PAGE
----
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Tracing the Relationship between Inequality, Crime and PunishmentSpace, Time and Politics$
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Nicola Lacey, David Soskice, Leonidas Cheliotis, and Sappho Xenakis

Print publication date: 2021

Print ISBN-13: 9780197266922

Published to British Academy Scholarship Online: May 2021

DOI: 10.5871/bacad/9780197266922.001.0001

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PRINTED FROM BRITISH ACADEMY SCHOLARSHIP ONLINE (www.britishacademy.universitypressscholarship.com). (c) Copyright British Academy, 2021. All Rights Reserved. An individual user may print out a PDF of a single chapter of a monograph in BASO for personal use.date: 22 September 2021

From Ideologies, to Institutions, to Punishment: The Importance of Political Ideologies to the Political Economy of Punishment

From Ideologies, to Institutions, to Punishment: The Importance of Political Ideologies to the Political Economy of Punishment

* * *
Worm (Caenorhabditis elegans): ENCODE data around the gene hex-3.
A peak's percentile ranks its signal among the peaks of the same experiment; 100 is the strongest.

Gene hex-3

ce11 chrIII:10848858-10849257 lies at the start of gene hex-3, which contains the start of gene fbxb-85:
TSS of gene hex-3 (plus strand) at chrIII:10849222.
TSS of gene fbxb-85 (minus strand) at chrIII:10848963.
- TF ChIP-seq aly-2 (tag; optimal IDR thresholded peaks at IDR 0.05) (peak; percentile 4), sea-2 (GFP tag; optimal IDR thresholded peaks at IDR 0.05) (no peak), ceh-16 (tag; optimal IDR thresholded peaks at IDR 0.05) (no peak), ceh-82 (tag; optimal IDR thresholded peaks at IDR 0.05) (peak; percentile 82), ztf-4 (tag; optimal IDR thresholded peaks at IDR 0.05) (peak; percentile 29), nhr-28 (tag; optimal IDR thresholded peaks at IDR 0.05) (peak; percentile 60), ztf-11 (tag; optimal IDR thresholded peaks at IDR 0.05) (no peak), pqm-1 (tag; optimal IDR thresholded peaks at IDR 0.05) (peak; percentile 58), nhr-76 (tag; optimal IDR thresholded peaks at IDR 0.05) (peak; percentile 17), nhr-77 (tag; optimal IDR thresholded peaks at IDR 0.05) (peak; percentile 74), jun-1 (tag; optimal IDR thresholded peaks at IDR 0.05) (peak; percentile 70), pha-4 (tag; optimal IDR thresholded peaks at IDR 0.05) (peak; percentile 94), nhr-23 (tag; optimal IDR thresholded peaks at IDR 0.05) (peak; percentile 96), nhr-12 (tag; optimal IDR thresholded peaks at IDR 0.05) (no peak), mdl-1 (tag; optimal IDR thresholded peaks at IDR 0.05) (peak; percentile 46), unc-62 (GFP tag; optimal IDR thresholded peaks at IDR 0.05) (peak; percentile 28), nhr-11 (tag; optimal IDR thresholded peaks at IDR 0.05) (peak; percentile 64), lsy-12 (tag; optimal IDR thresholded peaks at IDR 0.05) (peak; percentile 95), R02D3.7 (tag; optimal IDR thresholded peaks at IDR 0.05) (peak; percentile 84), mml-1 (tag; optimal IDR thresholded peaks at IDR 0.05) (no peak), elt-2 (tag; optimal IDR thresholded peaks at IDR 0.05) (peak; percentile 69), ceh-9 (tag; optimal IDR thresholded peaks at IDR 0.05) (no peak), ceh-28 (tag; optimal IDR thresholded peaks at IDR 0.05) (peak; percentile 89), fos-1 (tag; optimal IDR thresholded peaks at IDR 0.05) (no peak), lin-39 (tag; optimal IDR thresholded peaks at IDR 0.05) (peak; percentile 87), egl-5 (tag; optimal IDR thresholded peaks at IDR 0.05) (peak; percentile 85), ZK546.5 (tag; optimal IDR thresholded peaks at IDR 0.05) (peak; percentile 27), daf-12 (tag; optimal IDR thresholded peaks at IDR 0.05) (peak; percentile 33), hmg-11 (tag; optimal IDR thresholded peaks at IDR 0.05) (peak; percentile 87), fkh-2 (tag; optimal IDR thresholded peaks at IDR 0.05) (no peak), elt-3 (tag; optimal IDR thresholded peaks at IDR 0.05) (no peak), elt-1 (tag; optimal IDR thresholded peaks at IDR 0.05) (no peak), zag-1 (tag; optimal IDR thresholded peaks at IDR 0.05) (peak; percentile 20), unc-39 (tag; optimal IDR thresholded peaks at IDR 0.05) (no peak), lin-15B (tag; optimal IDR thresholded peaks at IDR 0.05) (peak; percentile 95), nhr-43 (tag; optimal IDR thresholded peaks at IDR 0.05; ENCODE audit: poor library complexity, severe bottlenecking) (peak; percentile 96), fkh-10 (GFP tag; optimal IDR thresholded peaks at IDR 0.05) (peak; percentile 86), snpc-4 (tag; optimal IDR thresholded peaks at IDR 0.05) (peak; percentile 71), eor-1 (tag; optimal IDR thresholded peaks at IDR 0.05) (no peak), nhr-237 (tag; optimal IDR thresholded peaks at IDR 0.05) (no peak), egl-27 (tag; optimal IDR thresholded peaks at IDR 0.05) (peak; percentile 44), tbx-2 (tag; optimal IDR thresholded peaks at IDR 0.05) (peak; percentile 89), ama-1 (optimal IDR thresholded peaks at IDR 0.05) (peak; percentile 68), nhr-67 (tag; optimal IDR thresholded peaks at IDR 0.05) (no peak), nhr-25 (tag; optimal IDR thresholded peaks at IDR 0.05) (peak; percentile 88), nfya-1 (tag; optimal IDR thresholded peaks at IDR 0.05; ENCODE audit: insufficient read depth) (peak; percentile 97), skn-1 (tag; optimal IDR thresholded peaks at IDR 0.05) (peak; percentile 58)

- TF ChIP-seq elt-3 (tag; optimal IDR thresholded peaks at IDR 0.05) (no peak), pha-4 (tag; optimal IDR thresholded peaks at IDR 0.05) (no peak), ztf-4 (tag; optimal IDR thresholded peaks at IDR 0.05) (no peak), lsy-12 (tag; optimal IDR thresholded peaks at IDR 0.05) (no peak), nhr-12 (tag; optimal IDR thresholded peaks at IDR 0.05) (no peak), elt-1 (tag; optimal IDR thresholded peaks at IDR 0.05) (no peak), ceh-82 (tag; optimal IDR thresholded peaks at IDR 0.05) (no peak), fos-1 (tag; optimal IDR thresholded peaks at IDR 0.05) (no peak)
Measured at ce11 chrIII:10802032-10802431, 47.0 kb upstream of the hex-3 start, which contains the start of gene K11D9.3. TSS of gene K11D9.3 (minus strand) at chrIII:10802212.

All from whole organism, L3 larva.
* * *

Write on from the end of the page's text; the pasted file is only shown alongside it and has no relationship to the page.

Chapter:
(p.265) 11 From Ideologies, to Institutions, to Punishment: The Importance of Political Ideologies to the Political Economy of Punishment
Source:
Tracing the Relationship between Inequality, Crime and Punishment
Author(s):

Zelia A. Gallo

Publisher:
British Academy
DOI:10.5871/bacad/9780197266922.003.0011

This chapter argues that institutionalist accounts of punishment, crime, and inequality should look to the thinning of political ideologies and its institutional implications. It explores the claim according to which thin ideologies such as populism, technocracy and plebiscitarianism, have institutional ambitions and tend to incentivise reforms that favour executive discretion and a politics of disintermediation. This claim is illustrated by reference to Italy both during and after the Eurozone crisis. Italy functions as a starting point for a broader discussion of how ideologies might change institutions, and therefore the penal incentives that follow from particular institutional configurations. The chapter argues that institutional changes rooted in thin ideologies may have long-term effects on punishment by incentivising a more adversarial and retaliatory approach to conflict – and thence to crime and deviance – and dis-incentivising a more negotiated and reintegrative approach to conflict, including the type of interpersonal conflict represented by crime and deviance.

Keywords:   Institutions, Ideologies, Populism, Technocracy, Plebiscitarianism, Penal incentives, Eurozone crisis, Italy

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